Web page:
Download A Sea of Words, Third Edition: A Lexicon and Companion to by Dean King PDF

By Dean King

This accomplished lexicon presents definitions of nautical phrases, old entries describing the folk and political occasions that formed the interval, and distinct reasons of the clinical, clinical, and biblical references that seem within the novels.

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Read Online or Download A Sea of Words, Third Edition: A Lexicon and Companion to the Complete Seafaring Tales of Patrick O'Brian PDF

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Additional resources for A Sea of Words, Third Edition: A Lexicon and Companion to the Complete Seafaring Tales of Patrick O'Brian

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Brigs. A brig was a smaller version of the brig-rigged sloop of war, and its distinctive feature was square sails on two masts. Brigs usually carried 14 short-range carronade guns and were commanded by Lieutenants. Cutters. Designed for speed, these vessels carried about ten guns and a lot of sail. Most of them bore both square and fore-and-aft sails on a single mast. Some, however, used a distinctively American schooner rig taken from a type used at Bermuda, having a very large triangular sail, and, with only four to six guns, were categorized as schooners.

In 1807, they carried a total complement of about 837 naval officers and men, plus 170 Royal Marines (a special corps of soldiers who served on naval vessels and were called the Royal Marines from 1802). S. Caledonia, launched in 1808. S. Victory, was among the biggest ships when it was launched in 1765. In addition to being fighting ships, these large ships had additional naval roles, often carrying an Admiral and his staff either at sea or in port and serving as symbols of naval power and diplomatic prestige.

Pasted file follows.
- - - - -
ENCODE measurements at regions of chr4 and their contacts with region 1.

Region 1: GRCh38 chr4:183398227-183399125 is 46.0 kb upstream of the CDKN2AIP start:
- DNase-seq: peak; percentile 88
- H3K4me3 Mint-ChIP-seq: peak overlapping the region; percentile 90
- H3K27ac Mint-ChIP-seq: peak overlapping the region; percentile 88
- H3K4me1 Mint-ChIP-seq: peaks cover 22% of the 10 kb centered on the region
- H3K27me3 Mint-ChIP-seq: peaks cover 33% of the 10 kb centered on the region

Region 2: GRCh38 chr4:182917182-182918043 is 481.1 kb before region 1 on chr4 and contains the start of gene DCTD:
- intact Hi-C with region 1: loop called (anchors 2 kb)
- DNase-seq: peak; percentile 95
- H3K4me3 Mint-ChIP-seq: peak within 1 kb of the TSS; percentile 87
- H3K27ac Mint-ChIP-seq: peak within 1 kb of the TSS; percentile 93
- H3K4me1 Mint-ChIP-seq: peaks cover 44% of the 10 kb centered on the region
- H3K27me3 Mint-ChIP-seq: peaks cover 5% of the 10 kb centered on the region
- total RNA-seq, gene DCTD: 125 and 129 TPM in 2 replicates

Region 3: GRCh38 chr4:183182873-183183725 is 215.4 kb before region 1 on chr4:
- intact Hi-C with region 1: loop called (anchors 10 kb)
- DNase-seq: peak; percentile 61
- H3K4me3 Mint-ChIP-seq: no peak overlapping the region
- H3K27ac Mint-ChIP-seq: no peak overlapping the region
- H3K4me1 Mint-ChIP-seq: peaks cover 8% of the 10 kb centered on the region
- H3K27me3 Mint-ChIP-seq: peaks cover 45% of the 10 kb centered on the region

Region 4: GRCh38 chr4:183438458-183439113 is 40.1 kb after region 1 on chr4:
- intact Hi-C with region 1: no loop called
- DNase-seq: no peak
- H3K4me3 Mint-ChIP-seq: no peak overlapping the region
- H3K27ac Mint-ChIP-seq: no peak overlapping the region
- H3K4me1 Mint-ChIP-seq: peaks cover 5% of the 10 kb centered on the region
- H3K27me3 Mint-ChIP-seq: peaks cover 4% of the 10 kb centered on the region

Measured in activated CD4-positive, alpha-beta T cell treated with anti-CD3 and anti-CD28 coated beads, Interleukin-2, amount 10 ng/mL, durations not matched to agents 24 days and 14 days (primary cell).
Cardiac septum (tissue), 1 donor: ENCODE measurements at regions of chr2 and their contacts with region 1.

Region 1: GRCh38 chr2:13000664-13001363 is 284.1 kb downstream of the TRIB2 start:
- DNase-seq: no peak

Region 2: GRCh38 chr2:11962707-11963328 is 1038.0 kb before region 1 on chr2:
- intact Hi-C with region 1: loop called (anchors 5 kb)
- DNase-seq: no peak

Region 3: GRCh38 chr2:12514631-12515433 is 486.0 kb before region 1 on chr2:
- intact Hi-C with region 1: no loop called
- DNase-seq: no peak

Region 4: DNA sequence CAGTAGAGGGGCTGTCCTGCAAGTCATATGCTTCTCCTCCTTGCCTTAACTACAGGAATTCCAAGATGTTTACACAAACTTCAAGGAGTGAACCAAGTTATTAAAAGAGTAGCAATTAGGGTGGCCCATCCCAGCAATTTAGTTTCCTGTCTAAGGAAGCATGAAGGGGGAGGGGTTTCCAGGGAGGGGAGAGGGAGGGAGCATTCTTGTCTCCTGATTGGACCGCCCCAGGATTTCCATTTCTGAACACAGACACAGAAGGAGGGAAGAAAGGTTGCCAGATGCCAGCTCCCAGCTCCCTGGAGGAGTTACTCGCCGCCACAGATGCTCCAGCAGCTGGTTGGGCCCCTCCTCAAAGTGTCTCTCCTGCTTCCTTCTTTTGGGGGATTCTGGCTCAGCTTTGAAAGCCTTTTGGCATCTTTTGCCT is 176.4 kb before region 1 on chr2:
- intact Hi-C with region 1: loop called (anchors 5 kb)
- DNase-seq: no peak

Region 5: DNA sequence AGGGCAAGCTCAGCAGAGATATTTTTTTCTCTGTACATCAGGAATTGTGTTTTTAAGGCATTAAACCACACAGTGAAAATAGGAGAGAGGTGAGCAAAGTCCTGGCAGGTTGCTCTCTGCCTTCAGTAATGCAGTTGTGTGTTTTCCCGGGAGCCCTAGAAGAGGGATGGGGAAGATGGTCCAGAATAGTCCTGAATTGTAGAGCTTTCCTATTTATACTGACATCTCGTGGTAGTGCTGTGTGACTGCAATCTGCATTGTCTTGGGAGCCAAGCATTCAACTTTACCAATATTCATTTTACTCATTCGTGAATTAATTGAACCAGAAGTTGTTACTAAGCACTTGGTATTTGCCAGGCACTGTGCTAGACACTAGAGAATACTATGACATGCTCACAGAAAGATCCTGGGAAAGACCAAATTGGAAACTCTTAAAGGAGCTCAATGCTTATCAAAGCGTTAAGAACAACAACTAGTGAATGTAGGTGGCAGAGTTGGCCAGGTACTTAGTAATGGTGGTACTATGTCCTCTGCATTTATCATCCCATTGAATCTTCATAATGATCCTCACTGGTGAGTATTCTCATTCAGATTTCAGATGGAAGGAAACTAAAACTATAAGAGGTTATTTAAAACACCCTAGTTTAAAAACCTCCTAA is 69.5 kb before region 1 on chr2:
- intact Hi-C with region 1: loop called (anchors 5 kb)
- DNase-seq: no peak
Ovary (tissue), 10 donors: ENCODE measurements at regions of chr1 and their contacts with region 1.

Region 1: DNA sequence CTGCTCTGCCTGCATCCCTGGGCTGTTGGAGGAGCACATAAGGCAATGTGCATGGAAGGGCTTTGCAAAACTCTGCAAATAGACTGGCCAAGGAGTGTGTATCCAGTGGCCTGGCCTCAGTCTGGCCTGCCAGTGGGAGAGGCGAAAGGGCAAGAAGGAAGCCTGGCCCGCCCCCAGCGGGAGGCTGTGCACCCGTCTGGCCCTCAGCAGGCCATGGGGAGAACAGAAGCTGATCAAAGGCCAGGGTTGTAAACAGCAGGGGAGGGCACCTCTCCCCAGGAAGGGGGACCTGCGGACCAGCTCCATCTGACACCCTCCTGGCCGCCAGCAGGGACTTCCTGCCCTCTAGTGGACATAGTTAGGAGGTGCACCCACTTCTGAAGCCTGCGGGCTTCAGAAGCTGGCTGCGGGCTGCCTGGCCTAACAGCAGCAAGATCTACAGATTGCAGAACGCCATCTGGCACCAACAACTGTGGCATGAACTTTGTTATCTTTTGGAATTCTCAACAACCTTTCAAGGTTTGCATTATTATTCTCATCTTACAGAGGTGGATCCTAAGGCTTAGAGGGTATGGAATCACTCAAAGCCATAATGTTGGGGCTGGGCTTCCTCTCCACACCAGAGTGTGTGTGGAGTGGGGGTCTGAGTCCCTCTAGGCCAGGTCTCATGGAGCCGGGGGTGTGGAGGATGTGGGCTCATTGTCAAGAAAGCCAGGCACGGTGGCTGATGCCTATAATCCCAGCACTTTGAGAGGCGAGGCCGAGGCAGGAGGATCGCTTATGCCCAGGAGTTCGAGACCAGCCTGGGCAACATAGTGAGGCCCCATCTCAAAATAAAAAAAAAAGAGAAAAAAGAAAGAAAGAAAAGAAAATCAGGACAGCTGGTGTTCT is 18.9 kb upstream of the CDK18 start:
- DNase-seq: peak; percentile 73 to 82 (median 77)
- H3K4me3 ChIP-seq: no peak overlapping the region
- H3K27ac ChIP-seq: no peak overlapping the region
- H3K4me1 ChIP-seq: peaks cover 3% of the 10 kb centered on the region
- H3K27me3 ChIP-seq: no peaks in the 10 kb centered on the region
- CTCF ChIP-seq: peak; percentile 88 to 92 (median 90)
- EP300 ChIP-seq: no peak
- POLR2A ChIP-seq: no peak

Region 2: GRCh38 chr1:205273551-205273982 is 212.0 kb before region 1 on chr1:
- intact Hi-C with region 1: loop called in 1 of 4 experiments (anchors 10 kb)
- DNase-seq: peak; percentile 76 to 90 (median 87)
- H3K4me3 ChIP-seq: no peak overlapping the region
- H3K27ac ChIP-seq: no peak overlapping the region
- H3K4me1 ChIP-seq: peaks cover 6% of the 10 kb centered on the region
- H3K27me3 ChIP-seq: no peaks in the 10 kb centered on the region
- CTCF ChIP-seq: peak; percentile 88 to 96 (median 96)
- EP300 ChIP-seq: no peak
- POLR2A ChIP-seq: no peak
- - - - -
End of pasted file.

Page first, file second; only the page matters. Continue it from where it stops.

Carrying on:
These warrant officers were usually less educated than Masters, Surgeons, and Pursers and were not wardroom officers. Boatswains were specialists in sails, rigging, ground tackle, and the skills associated with cordage, held Admiralty warrants, and were responsible to the Navy Board. Gunners were warranted by the Ordnance Board and were responsible to it for the ships’ guns and ammunition, while Carpenters were primarily concerned with the maintenance of the hull, masts, and yards and were responsible to the Navy Board.

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